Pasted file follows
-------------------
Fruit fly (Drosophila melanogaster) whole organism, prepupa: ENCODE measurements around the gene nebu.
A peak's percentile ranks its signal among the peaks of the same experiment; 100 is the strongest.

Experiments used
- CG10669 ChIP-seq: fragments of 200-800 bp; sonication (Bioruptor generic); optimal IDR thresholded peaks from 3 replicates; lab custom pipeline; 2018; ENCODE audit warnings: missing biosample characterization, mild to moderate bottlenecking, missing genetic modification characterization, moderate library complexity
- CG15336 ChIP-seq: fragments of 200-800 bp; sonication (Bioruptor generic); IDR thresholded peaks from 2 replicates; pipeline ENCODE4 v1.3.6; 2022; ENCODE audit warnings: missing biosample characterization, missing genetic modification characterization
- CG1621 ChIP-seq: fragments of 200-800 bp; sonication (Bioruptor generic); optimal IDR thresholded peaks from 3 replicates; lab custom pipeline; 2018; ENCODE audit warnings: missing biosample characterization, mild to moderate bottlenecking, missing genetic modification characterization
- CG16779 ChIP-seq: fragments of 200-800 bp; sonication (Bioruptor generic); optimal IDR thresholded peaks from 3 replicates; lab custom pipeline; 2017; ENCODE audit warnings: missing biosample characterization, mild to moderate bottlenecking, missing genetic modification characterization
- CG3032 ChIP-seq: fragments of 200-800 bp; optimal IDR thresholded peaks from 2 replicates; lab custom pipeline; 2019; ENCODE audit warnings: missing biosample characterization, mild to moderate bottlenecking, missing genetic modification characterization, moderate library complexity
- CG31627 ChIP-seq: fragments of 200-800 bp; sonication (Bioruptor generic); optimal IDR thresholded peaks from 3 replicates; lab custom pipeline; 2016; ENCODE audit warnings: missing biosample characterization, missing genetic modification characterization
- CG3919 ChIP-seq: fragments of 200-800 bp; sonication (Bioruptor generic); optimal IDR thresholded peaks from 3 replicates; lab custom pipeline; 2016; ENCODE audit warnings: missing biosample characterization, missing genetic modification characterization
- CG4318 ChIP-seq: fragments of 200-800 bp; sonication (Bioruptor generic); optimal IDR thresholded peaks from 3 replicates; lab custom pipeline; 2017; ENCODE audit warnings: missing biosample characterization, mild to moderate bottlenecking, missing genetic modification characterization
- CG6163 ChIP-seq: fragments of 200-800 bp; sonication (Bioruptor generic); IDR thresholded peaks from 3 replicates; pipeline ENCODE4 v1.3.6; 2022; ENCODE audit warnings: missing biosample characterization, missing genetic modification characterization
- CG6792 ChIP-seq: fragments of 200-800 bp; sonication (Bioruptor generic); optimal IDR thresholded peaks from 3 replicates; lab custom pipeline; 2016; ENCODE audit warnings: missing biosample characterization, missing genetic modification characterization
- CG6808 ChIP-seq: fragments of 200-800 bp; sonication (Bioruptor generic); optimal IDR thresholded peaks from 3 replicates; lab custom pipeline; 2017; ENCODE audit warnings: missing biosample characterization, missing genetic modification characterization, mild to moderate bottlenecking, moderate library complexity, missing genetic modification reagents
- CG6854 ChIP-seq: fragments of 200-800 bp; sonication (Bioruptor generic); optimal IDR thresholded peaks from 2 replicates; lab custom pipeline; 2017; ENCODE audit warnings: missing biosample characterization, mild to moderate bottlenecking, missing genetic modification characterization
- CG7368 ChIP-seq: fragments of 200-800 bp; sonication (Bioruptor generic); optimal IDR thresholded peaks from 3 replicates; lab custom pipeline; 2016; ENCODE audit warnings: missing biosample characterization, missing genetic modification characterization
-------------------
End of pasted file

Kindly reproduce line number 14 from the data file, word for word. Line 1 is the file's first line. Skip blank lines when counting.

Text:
- CG6808 ChIP-seq: fragments of 200-800 bp; sonication (Bioruptor generic); optimal IDR thresholded peaks from 3 replicates; lab custom pipeline; 2017; ENCODE audit warnings: missing biosample characterization, missing genetic modification characterization, mild to moderate bottlenecking, moderate library complexity, missing genetic modification reagents